Fit for purpose
“It’s yet another major development in academic testing!”
That was how Jamie Targett, our Director of Corporate Affairs, greeted the appointment last week of our very first Campus Fitness Manager.
Targett admitted that competition for the post had been fierce but in the end the appointments committee had unanimously decided to offer the post to “Joey” Johnson on the grounds that although he lacked any formal qualifications and had never held any other responsible position, he had an excellent reference from Dr Gradgrind of the private for-profit University of Coketown.
“Joey” has already got down to work. He told our reporter Keith Ponting (30) that in the next few weeks he would be introducing a brand new fitness exercise framework that would “separate the sheep from the goats”.
“What exactly will be tested in this brand new framework?” asked our reporter.
“It’s quite straightforward really,” explained Joey. “All serving Poppleton academics will be required to run as far as they can in any direction of their own choosing. After they’ve finally come to a halt, their results will be assessed, and on the basis of that assessment, they will be awarded gold, silver or bronze medals.”
But how would it be possible to generate any clear-cut results from what would necessarily be an extraordinarily diverse set of performances?
“No problem at all,” explained Joey. “We will be relying on a fine new set of metrics. In the first place, we will ask all those who observe the runners in action to award marks to those academics who run in very simple straight lines with a smile on their face and who occasionally pause to hand out sweets to spectators.”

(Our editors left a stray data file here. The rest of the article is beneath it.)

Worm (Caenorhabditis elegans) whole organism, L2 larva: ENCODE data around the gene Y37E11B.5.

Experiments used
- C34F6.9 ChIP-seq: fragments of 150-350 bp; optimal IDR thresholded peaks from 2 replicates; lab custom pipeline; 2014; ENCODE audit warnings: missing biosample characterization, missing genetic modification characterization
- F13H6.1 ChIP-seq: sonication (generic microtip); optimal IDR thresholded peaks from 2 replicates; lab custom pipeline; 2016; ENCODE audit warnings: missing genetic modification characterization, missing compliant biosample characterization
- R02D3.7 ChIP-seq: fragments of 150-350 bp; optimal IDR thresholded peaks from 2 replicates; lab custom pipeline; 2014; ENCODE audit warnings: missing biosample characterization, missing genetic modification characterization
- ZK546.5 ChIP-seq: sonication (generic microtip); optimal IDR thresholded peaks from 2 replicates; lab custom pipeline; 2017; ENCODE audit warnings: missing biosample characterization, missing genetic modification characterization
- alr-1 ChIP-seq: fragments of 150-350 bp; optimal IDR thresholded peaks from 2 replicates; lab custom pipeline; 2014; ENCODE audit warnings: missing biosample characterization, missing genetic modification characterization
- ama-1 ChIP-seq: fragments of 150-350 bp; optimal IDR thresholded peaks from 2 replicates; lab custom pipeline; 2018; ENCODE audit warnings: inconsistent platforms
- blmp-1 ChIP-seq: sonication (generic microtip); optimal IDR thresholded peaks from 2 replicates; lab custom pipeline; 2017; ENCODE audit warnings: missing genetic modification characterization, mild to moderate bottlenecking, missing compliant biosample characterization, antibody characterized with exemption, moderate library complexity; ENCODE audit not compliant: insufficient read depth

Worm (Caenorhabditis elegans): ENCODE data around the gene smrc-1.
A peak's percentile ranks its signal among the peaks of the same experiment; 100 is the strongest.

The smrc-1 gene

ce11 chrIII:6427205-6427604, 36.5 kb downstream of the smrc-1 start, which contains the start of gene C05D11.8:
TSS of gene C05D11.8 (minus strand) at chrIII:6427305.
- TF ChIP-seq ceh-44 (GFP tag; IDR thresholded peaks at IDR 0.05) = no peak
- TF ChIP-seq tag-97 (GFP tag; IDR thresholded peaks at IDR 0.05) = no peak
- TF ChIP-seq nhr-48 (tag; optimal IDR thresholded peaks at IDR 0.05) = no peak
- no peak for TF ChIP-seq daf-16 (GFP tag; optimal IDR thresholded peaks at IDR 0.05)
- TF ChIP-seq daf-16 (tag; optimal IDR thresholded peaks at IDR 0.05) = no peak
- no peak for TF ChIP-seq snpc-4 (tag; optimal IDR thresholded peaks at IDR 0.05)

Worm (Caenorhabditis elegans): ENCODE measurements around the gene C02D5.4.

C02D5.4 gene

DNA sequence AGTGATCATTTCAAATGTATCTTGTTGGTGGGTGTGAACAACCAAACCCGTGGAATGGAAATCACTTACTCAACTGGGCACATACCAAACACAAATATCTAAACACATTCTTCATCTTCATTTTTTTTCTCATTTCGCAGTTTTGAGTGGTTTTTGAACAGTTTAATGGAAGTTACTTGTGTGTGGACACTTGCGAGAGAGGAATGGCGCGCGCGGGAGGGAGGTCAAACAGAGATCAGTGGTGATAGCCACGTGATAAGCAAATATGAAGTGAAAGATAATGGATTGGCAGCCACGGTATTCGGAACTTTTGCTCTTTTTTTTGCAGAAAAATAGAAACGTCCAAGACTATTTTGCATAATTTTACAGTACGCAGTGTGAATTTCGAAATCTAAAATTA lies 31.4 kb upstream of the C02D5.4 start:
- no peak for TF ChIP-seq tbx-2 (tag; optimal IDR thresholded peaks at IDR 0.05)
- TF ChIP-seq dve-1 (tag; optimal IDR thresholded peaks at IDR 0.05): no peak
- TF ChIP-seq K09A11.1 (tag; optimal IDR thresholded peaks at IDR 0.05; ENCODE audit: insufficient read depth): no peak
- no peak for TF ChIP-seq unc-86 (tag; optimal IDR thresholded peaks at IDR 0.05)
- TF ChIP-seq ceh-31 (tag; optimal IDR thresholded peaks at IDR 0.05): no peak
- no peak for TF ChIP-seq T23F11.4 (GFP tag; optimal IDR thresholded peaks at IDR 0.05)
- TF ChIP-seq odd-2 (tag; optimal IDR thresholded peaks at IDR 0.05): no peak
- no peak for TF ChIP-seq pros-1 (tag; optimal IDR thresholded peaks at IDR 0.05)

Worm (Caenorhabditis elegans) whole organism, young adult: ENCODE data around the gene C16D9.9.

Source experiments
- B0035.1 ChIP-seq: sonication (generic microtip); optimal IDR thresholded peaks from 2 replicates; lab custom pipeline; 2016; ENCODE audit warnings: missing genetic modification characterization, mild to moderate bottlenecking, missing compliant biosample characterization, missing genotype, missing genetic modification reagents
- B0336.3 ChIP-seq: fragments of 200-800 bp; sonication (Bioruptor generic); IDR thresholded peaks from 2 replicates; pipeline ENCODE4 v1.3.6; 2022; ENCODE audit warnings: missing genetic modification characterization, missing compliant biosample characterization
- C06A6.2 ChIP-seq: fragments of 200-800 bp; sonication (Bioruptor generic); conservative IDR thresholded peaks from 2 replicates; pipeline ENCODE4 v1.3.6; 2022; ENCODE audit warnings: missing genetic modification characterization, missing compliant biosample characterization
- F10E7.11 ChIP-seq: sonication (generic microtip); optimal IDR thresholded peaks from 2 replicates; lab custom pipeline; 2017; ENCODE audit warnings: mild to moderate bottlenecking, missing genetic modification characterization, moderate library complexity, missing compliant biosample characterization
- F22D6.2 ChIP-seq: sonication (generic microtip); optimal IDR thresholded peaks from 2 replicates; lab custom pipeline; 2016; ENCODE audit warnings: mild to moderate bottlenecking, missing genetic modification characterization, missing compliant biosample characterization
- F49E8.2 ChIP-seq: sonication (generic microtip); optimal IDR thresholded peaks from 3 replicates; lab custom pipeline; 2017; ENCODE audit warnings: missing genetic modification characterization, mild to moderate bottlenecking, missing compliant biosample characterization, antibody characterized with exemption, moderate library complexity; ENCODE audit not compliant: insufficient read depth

“But isn’t this metric in danger of measuring the runners’ personal popularity rather than their skill at running?” wondered Ponting.
“That’s why we have two other critical metrics,” explained Joey. “We’ll also be finding out exactly where the runners ended up. Did they get as far as Upper Poppleton or Lower Poppleton? It’s what we call the ‘final destination’ metric.”
And the other metric?
“We had a bit of good luck here,” explained Joey. “There were a few meaningless hoops left over from the research excellence framework and we’ll be asking academics to complete their fitness programme by showing their relative willingness to jump through them.”
But wasn’t there a chance that the majority of academics would regard the entire fitness excellence framework as an absurd waste of time, money and effort? Surely that could jeopardise the entire assessment project?
“Not at all,” explained Joey. “The latest comprehensive survey in Times Higher Education reveals that only 4 per cent of academics believe that the TEF will accurately assess teaching quality. Has that in any way affected its adoption by every university in the country? Of course not.”
At this point in the interview, Mr Johnson excused himself as he had an urgent appointment with a mock turtle.